• BREAKING: Cold snap in Cheney has temperatures below 30 degrees November 13, 2014

Smoking: Call for courtesy, not more rules

By Amy Meyer, Editor-in-Chief

 

Last spring the Associated Students of Washington State University Spokane enacted a rule that forbids smokers from lighting up while at the Riverpoint campus.

Now the Associated Students of EWU has an inkling to do the same on the Cheney campus.

I smoked a pack a day for about seven or eight years but quit smoking about 19 years ago. If there is a campus ban on smoking, it would not hurt me in the least. I am sometimes forced to walk downwind from an uncourteous smoker between classes, but I do not think it’s courteous to demand smokers leave campus before lighting up.

In the discussions that I’m aware of, there seems to be an emotional and intellectual disconnect about what this proposed ban would mean to a select few. At EWU, we do not overlook the needs of even small groups of people. A campus-wide ban has some fairly obvious problems.

The Cheney campus is much larger than the Riverpoint Campus. EWU-Cheney is 300 acres compared to Riverpoint’s 55 acres. Walking off campus at Cheney could take quite a bit longer than walking off Riverpoint’s campus, depending on where one is.

In addition, requiring faculty and staff to leave campus during what may only be a short break is unreasonable. Not many breaks would be long enough to enable this walk off campus.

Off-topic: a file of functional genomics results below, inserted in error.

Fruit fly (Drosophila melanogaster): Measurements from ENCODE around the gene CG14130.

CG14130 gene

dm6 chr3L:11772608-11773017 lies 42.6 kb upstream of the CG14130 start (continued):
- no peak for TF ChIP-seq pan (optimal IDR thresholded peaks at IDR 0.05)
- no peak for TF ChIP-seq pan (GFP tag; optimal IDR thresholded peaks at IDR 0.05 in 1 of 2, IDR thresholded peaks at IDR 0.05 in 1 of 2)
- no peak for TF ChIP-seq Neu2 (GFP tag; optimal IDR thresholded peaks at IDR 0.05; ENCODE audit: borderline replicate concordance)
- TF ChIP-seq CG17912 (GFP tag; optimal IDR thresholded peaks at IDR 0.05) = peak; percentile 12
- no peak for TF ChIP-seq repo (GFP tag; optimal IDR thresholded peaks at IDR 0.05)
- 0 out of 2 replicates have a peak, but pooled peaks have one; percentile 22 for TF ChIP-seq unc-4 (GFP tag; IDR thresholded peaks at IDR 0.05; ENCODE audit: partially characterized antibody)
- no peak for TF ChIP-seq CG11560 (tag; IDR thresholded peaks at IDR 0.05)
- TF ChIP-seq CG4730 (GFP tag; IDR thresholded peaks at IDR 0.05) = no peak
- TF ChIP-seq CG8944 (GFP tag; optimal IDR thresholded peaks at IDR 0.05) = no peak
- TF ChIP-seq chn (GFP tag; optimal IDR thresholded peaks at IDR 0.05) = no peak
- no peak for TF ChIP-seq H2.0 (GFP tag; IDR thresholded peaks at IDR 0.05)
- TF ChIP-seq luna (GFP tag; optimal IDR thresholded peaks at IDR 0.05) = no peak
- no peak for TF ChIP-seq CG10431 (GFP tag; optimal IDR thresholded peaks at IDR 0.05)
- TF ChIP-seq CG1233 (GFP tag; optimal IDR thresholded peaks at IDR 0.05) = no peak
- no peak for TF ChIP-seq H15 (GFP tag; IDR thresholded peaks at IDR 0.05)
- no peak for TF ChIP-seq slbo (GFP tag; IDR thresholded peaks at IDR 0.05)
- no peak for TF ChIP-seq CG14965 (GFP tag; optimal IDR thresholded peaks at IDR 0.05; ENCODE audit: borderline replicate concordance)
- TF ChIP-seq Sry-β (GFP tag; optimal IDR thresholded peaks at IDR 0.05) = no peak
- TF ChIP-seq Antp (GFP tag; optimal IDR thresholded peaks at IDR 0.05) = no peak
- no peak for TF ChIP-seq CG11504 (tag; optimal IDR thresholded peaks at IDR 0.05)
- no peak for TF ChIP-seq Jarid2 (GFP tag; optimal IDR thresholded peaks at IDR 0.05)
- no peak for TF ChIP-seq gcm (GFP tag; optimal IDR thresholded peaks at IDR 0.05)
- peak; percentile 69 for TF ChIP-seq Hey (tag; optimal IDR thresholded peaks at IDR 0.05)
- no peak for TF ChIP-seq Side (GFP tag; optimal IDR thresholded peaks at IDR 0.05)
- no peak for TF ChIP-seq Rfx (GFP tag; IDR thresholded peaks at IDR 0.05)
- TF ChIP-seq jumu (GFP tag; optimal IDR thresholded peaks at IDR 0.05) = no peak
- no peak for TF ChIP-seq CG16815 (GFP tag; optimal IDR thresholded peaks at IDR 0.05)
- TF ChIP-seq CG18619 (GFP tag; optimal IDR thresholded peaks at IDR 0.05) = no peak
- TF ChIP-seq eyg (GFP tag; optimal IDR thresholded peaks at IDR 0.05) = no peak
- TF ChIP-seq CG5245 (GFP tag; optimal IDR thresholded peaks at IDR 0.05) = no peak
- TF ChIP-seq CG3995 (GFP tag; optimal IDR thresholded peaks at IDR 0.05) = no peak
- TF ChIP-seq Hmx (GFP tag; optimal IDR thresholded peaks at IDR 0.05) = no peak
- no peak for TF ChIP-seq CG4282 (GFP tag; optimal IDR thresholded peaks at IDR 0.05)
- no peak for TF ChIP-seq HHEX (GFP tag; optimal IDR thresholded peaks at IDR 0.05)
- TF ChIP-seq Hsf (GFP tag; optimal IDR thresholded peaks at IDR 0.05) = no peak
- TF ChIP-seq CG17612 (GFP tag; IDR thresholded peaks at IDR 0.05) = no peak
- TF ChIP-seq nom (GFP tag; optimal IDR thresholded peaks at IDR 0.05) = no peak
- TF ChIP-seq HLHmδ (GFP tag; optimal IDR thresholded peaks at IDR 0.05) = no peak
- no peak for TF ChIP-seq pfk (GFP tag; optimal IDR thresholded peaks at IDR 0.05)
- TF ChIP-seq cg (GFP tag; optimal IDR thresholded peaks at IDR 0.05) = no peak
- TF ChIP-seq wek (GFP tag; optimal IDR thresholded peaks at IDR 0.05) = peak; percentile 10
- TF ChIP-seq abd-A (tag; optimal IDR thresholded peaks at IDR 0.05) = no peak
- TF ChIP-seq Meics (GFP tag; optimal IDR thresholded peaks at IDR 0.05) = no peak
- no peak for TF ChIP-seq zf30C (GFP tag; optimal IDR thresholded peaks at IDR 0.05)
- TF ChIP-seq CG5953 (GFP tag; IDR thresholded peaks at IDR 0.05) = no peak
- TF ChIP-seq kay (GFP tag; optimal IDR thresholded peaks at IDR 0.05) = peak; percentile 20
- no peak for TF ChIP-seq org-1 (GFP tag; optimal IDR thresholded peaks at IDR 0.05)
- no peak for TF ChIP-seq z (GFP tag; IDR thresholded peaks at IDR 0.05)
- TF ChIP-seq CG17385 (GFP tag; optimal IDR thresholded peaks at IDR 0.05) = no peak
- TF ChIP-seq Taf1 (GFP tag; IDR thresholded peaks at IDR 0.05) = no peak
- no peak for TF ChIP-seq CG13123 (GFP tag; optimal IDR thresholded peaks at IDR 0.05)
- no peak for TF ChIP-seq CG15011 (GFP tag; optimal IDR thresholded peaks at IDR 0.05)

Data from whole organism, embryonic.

In addition, there is no point in enacting a rule that no one enforces. There will not be any smoking police roaming about campus, telling people where they cannot light up. Many of the “offenders” might be unaware of a campus ban. Educating about 8,000 Cheney campus students about this is not as easy as sending an email. Signs would have to be posted, which would not add to the beauty of our park-like campus.

So what’s the point? If the idea of sending smokers off campus is for their improved health and wellness, then a mere campus ban is not enough. The university should also provide and promote cessation programs. It’s not enough to simply discourage a thing.

If the idea behind this policy is to provide cleaner air for nonsmokers, then a better idea would be to provide better smoking areas. An education campaign to introduce courtesy into the smoking culture might also be very effective. The courtesy would simply be to smoke away from students passing between classes.

We don’t need more rules. We need more courtesy.

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